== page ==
The effective Hamiltonian described in the previous section consists of operators with a current current structure. Pairs of such operators can be expressed in terms of color singlet and color octet structures which lead to color singlet and color octet matrix elements. We use the factorization approximation, where one separates out the currents in the operators by inserting the vacuum state and neglecting any QCD interactions between the two currents. The basis for this approximation is that, if the quark pair created by one of the currents carries large energy then it will not have significant QCD interactions. Factorization appears to describe nonleptonic B decays rather well[11] . To accommodate some deviation from this approximation one can treat , the number of colors that enter in the calculation of the matrix elements, as a free parameter though the value of is suggested by experimental data on low multiplicity hadronic decays. In this section we describe the calculation of matrix elements for the exclusive decays , and the quasiinclusive decay .
The and mesons are mixtures of singlet and octet states and of .
(6)  
(7)  
(8) 
where the mixing angle lies between and [10]. We can express the decay constants in terms of octet and singlet decay constants ,
(9)  
(10) 
and similarly one has
(11)  
(12) 
In the and Nonet symmetry limit, the relations MeV and hold. However these symmetries are not exact and we will consider values for and away from this symmetry limit. For example the value of indicates about a 30% SU(3) breaking effect.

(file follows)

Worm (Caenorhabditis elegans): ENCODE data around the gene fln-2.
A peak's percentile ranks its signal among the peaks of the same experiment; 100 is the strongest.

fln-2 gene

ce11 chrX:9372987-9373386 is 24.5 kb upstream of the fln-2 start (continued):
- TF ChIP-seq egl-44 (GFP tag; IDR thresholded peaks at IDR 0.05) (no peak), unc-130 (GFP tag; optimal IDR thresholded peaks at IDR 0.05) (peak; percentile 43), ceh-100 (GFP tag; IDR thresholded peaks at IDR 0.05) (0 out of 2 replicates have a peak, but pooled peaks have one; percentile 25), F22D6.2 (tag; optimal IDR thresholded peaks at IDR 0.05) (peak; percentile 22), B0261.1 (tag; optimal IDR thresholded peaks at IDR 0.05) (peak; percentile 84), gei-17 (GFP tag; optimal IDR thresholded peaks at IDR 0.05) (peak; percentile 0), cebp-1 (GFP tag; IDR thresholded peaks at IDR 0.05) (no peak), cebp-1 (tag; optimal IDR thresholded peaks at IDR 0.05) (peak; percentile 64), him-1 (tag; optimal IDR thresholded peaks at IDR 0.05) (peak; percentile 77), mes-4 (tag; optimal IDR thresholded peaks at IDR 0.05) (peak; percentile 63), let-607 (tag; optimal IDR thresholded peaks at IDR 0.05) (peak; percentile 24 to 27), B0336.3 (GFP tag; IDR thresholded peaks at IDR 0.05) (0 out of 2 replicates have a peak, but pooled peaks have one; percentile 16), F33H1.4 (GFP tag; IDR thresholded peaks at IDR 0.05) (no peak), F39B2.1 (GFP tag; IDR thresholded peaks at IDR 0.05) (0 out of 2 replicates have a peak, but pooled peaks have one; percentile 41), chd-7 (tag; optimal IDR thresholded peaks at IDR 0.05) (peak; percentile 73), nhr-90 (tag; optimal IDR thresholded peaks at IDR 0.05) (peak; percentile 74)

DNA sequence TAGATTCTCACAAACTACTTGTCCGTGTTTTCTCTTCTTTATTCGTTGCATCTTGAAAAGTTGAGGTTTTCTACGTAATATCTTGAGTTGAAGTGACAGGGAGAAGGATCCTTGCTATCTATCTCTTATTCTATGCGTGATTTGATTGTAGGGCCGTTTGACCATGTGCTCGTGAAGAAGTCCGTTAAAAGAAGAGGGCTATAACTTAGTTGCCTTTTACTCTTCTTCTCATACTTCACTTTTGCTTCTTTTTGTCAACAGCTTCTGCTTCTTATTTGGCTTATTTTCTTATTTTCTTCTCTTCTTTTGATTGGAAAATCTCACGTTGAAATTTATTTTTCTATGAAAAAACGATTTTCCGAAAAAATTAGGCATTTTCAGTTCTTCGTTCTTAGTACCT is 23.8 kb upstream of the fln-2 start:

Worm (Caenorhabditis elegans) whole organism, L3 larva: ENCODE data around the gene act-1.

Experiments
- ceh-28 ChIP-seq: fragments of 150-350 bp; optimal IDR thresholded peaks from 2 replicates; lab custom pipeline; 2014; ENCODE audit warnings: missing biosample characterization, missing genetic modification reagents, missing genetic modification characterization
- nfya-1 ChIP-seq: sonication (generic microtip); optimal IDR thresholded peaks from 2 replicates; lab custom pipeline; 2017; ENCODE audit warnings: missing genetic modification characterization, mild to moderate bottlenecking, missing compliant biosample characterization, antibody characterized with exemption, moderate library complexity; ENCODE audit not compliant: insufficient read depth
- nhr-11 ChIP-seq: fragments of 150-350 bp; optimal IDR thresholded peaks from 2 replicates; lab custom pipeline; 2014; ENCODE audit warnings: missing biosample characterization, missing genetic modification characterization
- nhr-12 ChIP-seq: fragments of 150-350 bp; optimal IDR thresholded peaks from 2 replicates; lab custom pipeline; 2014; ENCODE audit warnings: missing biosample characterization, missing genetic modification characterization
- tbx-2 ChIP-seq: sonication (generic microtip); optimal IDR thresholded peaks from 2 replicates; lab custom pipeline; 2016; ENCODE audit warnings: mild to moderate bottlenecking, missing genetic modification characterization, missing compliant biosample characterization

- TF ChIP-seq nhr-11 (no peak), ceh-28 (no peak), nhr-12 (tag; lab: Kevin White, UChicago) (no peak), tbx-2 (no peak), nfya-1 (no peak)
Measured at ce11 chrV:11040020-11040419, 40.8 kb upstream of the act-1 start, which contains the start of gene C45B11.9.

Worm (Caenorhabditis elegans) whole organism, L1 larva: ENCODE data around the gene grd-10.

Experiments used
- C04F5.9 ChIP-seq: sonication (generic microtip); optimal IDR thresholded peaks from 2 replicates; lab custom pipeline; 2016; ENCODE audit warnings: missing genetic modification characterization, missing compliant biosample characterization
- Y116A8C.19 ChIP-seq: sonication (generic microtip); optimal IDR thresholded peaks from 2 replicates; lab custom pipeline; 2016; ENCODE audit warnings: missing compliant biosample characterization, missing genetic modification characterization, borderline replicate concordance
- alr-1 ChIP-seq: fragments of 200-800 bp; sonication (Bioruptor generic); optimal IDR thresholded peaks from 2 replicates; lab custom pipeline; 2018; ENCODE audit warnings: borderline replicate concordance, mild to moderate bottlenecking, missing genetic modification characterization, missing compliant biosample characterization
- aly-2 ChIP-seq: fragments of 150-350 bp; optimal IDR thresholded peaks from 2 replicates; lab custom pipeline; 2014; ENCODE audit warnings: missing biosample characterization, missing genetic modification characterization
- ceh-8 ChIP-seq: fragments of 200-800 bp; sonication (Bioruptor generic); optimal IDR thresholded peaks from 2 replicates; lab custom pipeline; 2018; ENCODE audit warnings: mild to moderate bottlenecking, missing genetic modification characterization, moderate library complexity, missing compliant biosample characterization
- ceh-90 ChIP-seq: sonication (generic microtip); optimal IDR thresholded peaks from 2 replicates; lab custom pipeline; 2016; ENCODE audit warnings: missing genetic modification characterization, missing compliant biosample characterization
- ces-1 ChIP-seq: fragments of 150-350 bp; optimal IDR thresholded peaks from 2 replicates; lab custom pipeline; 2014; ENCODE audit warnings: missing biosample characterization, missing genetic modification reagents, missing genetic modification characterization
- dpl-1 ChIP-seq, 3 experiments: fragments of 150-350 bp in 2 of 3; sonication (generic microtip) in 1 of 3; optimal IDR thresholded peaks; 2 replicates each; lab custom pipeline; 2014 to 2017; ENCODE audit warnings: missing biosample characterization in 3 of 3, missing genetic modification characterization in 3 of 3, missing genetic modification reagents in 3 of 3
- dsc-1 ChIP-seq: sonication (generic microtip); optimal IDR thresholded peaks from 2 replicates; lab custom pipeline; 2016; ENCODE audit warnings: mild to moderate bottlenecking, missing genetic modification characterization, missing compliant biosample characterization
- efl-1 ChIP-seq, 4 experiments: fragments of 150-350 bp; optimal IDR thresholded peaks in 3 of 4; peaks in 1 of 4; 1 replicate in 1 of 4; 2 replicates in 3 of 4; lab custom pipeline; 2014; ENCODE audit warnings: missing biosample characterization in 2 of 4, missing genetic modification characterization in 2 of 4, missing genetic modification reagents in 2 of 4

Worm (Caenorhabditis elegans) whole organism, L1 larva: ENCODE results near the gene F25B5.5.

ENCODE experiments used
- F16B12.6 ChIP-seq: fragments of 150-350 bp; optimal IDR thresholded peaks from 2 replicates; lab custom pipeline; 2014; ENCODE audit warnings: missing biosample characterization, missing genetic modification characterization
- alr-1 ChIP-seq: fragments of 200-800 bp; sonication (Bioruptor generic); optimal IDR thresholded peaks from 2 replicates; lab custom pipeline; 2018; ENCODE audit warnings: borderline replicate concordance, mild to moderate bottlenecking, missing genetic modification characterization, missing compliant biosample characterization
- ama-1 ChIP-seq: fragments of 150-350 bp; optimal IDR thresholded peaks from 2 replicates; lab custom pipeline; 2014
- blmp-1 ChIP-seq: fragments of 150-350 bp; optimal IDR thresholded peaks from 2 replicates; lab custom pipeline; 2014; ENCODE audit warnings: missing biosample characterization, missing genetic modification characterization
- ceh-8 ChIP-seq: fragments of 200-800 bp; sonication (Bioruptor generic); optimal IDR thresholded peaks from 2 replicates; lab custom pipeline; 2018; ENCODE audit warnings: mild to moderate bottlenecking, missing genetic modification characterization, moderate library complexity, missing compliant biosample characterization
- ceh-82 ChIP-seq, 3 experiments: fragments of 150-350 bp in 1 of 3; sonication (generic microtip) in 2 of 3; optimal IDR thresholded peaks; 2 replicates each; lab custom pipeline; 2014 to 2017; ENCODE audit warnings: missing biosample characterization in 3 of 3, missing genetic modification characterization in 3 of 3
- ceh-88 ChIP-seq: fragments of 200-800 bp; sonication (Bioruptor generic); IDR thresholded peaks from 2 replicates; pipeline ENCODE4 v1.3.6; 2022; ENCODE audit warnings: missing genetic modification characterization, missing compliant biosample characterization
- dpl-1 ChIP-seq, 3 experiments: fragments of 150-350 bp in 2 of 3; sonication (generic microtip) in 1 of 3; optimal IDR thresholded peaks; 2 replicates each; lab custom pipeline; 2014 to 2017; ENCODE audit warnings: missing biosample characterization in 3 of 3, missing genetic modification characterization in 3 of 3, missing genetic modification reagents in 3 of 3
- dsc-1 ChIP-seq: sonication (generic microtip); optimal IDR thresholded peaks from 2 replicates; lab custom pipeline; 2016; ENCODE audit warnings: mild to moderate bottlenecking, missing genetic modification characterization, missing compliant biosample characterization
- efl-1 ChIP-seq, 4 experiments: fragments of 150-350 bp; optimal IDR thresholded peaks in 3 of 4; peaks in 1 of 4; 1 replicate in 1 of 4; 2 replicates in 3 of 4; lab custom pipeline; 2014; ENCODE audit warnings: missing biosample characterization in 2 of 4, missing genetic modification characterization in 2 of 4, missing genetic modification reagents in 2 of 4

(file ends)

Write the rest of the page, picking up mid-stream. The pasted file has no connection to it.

3.1 Exclusive Decay
In this section we calculate the rates for the two body noleptonic decay for and .
To evaluate the rates for the exclusive decays we have to calculate matrix element of the type where is a or and , as already described in the previous section, has the form.
(13) 
with , and .
As an input to our calculation we need the form factors defined through
(14)  
where .
The matrix element is similarly described in terms of form factors and .
For the modes we define
(15) 
The form factors in this case are defined as
(16)  
with
where .
3.1.1
The amplitude for can be written as
(17) 
where
with , , , , , , , and is effective number of colors.
In the above equations we have used the quark equations of motion to simplify certain matrix elements. The expression for the amplitude can also be used for by making the necessary changes. It is also straight forward to write down the amplitudes for and decays.
(18) 
where
with , and we will use MeV. A similar expression for can also be obtained.
3.1.2
We give below expressions for the various decays
(19) 
(20) 
(21) 
where , , and , and ,
3.2 Quasiinclusive Decay
The technique to handle quasiinclusive decays have been described in detail in Ref.[12]. We represent the total amplitude as the sum of a “two body” and a “three body” piece. The “two body” amplitude is given by
(22)  
where
with and
The “three body” piece has the form
(23)  
with
Details of the calculations of the branching fraction and decay distributions are given in Ref [12].
4 Results and Discussion